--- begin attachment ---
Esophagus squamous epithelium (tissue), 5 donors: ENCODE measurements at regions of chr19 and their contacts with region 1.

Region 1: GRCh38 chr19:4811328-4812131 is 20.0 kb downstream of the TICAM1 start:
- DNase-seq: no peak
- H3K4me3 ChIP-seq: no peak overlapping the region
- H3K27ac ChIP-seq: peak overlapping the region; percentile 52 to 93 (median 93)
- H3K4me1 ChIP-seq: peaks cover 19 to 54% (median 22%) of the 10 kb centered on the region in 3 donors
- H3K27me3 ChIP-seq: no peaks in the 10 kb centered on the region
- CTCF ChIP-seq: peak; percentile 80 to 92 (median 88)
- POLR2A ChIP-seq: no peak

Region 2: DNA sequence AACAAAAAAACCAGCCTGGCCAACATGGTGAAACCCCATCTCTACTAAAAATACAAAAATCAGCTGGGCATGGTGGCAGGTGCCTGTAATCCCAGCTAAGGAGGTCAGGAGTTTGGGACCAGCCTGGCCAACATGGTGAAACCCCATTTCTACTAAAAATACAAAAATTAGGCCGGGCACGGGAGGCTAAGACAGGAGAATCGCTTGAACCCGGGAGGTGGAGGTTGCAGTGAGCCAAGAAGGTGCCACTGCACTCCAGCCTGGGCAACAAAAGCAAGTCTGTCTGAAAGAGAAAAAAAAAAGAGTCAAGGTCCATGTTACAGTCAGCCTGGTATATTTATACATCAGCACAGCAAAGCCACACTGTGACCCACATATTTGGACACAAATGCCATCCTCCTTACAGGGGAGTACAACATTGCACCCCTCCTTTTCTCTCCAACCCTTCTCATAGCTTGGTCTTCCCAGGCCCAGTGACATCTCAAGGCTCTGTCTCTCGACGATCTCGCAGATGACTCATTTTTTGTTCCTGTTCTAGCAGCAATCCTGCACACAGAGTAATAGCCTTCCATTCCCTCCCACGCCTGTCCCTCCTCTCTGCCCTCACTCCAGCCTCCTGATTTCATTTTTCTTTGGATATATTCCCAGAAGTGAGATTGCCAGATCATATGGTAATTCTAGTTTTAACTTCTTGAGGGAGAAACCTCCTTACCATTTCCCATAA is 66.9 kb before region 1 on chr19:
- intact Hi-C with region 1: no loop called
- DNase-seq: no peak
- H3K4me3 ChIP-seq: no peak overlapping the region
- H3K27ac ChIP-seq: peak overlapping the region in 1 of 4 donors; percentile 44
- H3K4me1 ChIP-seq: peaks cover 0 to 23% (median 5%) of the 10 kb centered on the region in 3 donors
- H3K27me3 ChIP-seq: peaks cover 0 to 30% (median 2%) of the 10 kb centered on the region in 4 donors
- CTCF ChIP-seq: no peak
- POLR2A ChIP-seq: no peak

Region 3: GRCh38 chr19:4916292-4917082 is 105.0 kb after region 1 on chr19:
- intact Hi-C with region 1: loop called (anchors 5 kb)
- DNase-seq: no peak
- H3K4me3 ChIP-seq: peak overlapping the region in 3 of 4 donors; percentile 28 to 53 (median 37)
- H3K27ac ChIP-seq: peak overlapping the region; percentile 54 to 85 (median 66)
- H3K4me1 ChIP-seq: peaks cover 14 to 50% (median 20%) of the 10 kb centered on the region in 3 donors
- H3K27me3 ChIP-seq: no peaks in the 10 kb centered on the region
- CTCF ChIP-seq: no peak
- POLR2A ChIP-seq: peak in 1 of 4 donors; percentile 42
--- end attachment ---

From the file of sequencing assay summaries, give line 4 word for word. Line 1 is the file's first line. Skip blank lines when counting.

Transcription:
- H3K4me3 ChIP-seq: no peak overlapping the region